To earn your living as an artist - that would really be something. But what can you do if you're not creative?
In Final Touch, players hire themselves out as art forgers willing to copy the masterworks of great artists, with all of them competing to create - or rather, re-create - the same image. But only the player who uses the right colors to finish the image will receive money for their work, and this skill is sure to reveal the best painter... or the best bluffer...
In more detail, players play "Touch of Color" cards from their hand to either improve or smear the forgery, working both together and against their fellow painters. The first player to put the final touch on any forgery in the making earns the money for that forgery, while smearing pays out to their opponents and moves them on to the larger paydays. The first artist to earn $25 by putting the final touch of paint on a forged painting wins!
I have a friend who when we are over for dinner we have an afternoon of board games or card games before dinner. Sometimes it is good to try something new so when my friend suggested this game I thought "why not? it looks easy enough". I learn new things by trying/playing and not always by reading the rules so when my poor friend started explaining it did take a few rounds before I really understood the game.
It is easy enough to follow once you have tried a bit but that might be because I was drop dead tired after a long day at work. My ASD daughter watched us have a few rounds before being game enough to give it a go and then asked me to buy a copy for us to play at home, she loves patterns and routines and she could understand that you have to collect patterns so she was happy with this game. My boys have tried this game and found it a bit too easy but when you only want a short game and not a thinking game then this is the preferred choice.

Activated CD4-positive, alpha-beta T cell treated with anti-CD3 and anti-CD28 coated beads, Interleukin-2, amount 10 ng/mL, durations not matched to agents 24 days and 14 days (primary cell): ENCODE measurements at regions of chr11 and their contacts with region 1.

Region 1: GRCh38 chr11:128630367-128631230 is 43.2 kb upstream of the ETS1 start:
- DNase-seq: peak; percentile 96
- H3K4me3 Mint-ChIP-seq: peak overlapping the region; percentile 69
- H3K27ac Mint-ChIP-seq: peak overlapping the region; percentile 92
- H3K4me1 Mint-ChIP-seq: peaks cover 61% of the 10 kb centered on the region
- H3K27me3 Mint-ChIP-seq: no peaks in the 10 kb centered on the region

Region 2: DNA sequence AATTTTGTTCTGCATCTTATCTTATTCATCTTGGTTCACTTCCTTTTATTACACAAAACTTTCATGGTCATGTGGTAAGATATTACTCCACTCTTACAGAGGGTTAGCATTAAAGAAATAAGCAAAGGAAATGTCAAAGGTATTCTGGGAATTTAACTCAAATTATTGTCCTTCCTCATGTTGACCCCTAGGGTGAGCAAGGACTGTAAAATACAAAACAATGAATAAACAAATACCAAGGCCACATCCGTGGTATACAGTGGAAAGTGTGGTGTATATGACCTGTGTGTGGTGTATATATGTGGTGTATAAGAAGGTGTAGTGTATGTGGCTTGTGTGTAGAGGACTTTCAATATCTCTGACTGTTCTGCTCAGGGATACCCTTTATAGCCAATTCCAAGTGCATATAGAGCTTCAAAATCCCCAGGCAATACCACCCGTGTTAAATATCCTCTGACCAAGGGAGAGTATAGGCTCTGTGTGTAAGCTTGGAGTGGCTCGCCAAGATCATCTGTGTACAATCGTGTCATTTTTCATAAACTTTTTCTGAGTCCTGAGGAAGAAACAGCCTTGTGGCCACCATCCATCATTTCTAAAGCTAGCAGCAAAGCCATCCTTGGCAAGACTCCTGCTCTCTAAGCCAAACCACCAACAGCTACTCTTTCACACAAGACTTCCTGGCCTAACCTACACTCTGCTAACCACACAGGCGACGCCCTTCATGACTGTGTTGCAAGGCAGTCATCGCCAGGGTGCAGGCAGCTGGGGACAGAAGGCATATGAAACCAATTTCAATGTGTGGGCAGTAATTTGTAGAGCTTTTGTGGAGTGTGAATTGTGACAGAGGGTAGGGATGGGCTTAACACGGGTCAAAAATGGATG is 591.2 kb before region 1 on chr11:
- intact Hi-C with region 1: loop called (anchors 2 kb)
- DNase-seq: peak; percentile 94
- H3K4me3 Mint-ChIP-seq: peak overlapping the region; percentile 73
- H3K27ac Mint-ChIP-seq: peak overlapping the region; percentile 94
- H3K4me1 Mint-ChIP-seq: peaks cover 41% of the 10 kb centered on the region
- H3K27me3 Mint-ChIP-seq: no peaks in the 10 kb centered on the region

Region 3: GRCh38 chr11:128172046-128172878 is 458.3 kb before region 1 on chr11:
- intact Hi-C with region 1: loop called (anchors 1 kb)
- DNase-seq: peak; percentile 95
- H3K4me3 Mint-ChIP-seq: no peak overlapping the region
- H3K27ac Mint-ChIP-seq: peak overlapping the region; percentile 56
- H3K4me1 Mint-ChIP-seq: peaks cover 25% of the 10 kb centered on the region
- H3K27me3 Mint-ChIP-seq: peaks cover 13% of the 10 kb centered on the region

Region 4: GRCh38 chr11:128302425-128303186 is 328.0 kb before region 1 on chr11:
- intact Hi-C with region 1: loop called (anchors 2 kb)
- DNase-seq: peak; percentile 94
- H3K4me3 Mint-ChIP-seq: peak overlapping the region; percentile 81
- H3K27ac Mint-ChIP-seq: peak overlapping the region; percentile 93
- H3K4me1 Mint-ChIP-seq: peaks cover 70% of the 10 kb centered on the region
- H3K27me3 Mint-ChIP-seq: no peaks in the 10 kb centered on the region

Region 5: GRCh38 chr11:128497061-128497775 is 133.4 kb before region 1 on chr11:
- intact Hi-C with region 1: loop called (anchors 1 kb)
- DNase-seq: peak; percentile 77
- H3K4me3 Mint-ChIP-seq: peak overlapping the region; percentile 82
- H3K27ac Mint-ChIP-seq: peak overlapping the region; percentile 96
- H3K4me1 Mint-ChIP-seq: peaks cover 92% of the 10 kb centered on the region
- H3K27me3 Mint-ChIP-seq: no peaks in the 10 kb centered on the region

I would recommend this game for young families, it is simple to play and short enough that the kids don't get bored and lose interest.
My kids had recently been looking at book where you had famous works of art and then a funny version of them, the kids then created their own versions of the artworks, so when this was spotted by my eldest, all three kids agreed it was one that we should get. The premise is nice and simple, the game itself very quick and easy to learn. Two players is the easiest version when it comes to scoring, smear a painting three times and your opponent gets the points. When you have three players, if you place the final smear on the painting then both of your opponents get the points. When four people play, you are essentially in two teams of two, with your cards being added together, so if the painting is smeared, once again you are helping out your enemy.
What I particularly like is that all the artworks being forged are all based upon real counterparts, so you get Girl with the Pearl Earring, A Sunday on La Grande Jatte, The Scream and many more. The cards are nice and sturdy, the large, painting cards show the pattern you need to recreate nice and clearly, the small cards can feel a little odd at first to the adult hand, but all that is on them is a shape and a colour (which is helpful for making it easier to spot what card is needed), so they don't feel overcrowded at all, just nice and simple. There are times when the goal of $25 feels really low and short, but it equals out with the number of times you just don't get the cards that you need, as smeared artwork are worth half the points.
This is a fun little game and it doesn't hurt it that it also provides a learning opportunity should you wish to show your kids the real deal.
Random listing from 'Games & Puzzles'...
Can YOU spot Kiwi? He's got itchy feet! There are sights to see and adventures to be had. There are waves to surf, rivers to raft, and mountains to climb! Join the great Kiwi hunt and piece together your very own Kiwi holiday puzzle.
Featuring Kiwi's friends Gumboot Guy, Wacky Wizard, Sporty Sheep, and Tricky Tuatara!
Illustrations by Myles Lawford.
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"A torn jacket is soon mended; but hard words bruise the heart of a child."
Henry Wadsworth Longfellow (1807 - 1882)